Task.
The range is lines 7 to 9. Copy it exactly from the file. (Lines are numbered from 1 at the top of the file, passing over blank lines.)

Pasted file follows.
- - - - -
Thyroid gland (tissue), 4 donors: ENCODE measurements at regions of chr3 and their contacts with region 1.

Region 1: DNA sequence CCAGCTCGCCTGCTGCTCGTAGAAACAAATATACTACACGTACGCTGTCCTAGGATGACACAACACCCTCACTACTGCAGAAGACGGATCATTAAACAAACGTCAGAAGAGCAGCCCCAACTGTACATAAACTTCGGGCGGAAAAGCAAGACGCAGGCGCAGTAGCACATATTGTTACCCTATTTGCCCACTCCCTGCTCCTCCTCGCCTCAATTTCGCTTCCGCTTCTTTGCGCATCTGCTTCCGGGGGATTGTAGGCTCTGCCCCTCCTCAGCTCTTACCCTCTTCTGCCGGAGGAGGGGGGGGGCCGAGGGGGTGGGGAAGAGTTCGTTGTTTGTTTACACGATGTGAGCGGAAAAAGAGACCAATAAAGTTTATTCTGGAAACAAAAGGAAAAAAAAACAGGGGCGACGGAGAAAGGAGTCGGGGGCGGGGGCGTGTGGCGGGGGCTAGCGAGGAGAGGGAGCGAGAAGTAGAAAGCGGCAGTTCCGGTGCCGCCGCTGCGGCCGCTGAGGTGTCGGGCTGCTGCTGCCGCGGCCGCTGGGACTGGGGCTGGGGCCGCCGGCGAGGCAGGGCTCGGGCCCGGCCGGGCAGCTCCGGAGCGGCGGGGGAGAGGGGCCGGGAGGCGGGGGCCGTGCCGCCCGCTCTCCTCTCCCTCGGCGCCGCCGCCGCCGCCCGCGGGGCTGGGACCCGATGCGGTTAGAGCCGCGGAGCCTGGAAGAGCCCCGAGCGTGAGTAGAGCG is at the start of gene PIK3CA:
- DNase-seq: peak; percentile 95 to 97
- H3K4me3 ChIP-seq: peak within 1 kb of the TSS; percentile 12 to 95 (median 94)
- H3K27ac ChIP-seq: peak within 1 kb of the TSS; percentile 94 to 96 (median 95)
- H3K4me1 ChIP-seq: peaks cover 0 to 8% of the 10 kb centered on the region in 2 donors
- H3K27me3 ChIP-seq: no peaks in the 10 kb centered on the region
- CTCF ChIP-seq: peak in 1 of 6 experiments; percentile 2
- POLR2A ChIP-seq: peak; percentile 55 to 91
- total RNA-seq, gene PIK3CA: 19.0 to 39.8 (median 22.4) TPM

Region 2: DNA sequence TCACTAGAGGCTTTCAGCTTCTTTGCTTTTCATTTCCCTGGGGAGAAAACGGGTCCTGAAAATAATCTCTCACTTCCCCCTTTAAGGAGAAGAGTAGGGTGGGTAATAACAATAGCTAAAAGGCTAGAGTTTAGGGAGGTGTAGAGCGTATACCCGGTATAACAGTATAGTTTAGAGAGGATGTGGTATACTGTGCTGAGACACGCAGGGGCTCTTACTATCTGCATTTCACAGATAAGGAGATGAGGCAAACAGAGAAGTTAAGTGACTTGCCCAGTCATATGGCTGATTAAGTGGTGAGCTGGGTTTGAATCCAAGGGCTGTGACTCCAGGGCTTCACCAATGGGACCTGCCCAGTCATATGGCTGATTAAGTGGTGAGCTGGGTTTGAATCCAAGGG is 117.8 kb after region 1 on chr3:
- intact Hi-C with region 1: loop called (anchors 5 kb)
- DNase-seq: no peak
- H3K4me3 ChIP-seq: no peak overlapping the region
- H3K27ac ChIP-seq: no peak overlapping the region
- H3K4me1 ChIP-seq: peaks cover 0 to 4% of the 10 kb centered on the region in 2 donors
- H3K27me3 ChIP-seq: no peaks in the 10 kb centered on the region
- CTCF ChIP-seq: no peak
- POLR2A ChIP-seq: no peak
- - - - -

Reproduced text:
- H3K27me3 ChIP-seq: no peaks in the 10 kb centered on the region
- CTCF ChIP-seq: peak in 1 of 6 experiments; percentile 2
- POLR2A ChIP-seq: peak; percentile 55 to 91